Revenue recognition - uncertain consideration

Date recorded:

Uncertain consideration

The Boards discussion focused how an entity should determine the transaction price and recognise revenue when the customer promises an amount of consideration that is uncertain. The answer depends on various issues such as the nature of an entity's contractual rights and obligations, and an entity's ability to estimate the outcome of uncertain future events.

The Boards had previously discussed these issues at length in March 2011 and had not made any decisions due to the lack of clarity on the interaction of the various aspects of the revenue model. The staff presented three steps to apply the proposed revenue model. The staff clarified that the pattern of revenue recognition should be included as a measurement issue rather than a recognition issue to be consistent with the tentative decisions reached in the leases project.


Step 1: Determine the transaction price. The staff recommended that the entity needs to determine the transaction price for two reasons: 1) it is the amount allocated to separate performance obligations, and 2) it is an input to the onerous test. The transaction price is the total amount of consideration that the entity expects to receive/realize for the whole contract. The staff recommended that an entity would determine the transaction price at the amount more likely than not to be received, unless the entity has a large number of contracts with similar characteristics in which case the entity would determine the transaction price at the expected value (i.e. the probability- weighted amount). The staffs' recommendation generated significant discussion by the boards on the different measurement methods (best estimate, more likely than not, expected value, median, mode) and potential issues with the staffs' recommendations.



The staff clarified that the transaction price mentioned here does not relate to collectability



The Boards tentatively decided that in the first instance, an entity should use an expected value technique. If this is not appropriate, the entity should use a mode technique or mean technique and subsequently the best estimate if neither of these techniques work. The Boards asked the staff to revise the wording on the techniques used to determine transaction price.


Step 2: Allocate the transaction price. The staff recommended that an entity should allocate to each separate obligation the amount of consideration the entity expects to receive in exchange for satisfying that performance obligation. This is discussed in the following section. The Boards agreed in principle to this allocation for the purposes of determining Step 3.


Step 3: Recognise revenue (if the amount allocated to a satisfied performance obligation is reasonably assured to be received). The staff recommended changing the term from reasonably estimated to reasonably assured on the basis that in some circumstances an entity might be able to reasonably estimate an amount even though the entity is not reasonably assured to receive that amount in accordance with the guidance in the revenue standard. The Boards tentatively agreed with this change in term.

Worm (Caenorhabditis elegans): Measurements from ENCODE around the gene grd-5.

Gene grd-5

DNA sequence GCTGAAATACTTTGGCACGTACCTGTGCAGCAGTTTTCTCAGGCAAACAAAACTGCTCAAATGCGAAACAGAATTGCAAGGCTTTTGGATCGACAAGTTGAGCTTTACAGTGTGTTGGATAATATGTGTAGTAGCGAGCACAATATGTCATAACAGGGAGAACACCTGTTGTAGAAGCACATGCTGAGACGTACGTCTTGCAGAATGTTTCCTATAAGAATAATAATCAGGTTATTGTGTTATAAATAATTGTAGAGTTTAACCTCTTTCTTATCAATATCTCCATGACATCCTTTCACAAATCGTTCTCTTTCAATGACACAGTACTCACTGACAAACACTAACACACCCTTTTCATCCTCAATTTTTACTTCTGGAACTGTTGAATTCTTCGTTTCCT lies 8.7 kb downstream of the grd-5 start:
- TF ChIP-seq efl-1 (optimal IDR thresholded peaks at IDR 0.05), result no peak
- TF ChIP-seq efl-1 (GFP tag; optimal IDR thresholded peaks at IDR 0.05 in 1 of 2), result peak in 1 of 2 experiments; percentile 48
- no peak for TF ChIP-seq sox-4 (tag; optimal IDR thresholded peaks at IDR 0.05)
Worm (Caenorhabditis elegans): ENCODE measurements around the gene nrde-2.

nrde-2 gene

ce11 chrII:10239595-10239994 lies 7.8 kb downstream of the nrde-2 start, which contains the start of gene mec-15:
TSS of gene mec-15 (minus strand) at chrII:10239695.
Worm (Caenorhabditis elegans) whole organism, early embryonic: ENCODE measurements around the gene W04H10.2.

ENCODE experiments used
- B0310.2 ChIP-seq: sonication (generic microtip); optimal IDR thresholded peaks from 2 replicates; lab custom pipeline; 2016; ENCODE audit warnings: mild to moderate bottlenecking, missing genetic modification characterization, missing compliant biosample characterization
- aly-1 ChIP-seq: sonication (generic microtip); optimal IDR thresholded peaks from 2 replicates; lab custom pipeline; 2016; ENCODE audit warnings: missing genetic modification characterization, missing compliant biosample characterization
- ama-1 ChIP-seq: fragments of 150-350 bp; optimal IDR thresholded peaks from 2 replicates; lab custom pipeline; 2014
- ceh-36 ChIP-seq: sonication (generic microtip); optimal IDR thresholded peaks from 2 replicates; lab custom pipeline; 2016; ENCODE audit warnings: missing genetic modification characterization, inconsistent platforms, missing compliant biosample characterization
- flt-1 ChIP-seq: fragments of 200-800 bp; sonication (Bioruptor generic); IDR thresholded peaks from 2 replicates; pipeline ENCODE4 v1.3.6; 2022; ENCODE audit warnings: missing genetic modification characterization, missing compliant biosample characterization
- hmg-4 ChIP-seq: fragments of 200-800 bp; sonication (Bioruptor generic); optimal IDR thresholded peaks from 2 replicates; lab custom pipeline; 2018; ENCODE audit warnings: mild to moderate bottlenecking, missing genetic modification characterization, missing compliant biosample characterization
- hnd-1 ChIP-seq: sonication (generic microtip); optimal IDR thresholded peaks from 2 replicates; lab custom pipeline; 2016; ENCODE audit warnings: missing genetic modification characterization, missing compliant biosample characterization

The staff recommended that when an entity satisfies a performance obligation, the entity should recognise revenue at the amount allocated to that performance obligation unless the amount is not "reasonably assured" to be received, which would be the case in each of the following circumstances below.




The customer could avoid paying an additional amount of consideration without breaching the contract (e.g. a sales based royalty)




The entity has no experience with similar types of contracts (or other persuasive experience)




The entity has experience, but that experience is not predictive of the outcome of the contract based on an evaluation of various factors (e.g. time until the uncertainty is resolved, susceptibility to factors outside the influence of the entity e.g. volatility in the market, judgment of third parties, and risk of obsolescence of the promised good or service, the extent of the entity's experience, the number and variability of possible consideration amounts).

Most respondents supported a constraint on revenue recognition but the staffs' recommendations generated significant discussion by the Boards on the ways in which to constrain revenue and there were many concerns raised and viewed shared by the Boards. Some of those concerns included inconsistencies with tentative decisions reached in the lease project for lessor accounting, and inconsistency in practice for applying the principles being discussed as well as the situations where amounts would be recognised in determining the overall transaction price but not recognised due to constraints on revenue resulting in potential contingent assets/liabilities. The staff clarified that if there is significant uncertainty, this third revenue constraint would minimise truing up revenue in the future. The staff noted that this would need to be disclosed in the financial statements but that this would be addressed at a future meeting. The Boards tentatively agreed to Step 3 point 1 and 2 and in principle with point 3 but asked the staff to build up point 3 further and to add wording around whether the circumstances are within an entity's control. The Boards also asked the staff to ensure that the revenue recognition principles were consistent with principles of lessor accounting.

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